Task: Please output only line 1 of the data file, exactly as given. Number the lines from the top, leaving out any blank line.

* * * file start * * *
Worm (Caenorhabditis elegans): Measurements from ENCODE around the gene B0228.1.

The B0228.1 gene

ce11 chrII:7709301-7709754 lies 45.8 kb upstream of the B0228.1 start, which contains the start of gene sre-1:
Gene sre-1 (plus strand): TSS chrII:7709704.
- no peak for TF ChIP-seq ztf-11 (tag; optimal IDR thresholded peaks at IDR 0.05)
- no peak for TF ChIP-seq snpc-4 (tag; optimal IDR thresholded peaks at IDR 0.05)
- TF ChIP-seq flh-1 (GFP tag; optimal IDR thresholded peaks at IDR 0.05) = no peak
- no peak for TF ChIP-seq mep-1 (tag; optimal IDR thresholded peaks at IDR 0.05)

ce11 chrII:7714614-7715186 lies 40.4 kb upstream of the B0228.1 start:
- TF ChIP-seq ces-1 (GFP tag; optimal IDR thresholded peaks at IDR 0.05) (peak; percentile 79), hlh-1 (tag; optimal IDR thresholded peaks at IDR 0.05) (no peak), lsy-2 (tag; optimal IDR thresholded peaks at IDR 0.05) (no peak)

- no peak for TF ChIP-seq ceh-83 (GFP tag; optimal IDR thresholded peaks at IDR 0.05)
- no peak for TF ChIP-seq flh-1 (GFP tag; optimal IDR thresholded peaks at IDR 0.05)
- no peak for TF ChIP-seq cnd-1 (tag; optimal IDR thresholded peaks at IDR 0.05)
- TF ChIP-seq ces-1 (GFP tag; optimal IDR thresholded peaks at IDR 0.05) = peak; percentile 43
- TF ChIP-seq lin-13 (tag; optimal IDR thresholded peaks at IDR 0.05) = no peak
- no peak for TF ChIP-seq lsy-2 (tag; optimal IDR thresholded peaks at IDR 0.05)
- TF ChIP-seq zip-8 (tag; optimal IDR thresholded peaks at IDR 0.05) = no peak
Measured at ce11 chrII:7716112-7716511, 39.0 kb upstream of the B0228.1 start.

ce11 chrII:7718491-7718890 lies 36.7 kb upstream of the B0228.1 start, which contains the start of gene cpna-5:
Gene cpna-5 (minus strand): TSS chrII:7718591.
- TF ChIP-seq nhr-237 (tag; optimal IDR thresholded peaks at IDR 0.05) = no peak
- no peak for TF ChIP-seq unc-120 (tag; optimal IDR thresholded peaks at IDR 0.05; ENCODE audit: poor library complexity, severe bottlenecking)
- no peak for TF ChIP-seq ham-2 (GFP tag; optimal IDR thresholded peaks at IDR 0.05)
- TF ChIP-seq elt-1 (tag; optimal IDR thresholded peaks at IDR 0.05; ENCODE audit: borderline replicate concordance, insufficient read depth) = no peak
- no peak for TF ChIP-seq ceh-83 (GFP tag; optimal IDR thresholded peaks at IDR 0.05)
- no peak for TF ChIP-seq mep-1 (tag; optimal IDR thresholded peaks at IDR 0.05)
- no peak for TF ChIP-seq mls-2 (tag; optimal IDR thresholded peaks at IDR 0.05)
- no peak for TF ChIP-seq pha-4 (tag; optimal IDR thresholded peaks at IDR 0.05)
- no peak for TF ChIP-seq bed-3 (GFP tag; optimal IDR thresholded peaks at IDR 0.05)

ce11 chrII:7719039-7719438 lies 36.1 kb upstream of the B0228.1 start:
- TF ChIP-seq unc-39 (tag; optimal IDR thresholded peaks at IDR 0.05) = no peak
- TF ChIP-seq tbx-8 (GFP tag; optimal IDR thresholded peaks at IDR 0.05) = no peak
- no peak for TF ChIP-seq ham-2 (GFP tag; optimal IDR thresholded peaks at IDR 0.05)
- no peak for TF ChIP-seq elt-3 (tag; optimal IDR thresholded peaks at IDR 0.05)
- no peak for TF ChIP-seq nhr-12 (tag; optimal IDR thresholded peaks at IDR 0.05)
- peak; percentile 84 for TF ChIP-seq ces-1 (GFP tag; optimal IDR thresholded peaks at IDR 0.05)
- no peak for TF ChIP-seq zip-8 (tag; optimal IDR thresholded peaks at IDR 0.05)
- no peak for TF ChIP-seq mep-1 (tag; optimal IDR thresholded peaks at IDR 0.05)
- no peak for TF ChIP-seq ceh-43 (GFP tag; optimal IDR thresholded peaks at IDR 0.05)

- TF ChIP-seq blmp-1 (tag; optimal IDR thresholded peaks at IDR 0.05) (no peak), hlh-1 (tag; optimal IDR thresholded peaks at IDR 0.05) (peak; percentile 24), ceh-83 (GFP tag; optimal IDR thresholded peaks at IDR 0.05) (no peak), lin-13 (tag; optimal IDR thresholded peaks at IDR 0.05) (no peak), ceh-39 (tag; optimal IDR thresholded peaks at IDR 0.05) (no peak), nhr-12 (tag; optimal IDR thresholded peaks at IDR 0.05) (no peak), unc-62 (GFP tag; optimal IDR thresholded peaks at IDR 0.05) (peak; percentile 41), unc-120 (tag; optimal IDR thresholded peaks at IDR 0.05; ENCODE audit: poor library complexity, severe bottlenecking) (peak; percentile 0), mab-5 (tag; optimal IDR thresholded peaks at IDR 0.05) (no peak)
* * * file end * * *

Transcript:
Worm (Caenorhabditis elegans): Measurements from ENCODE around the gene B0228.1.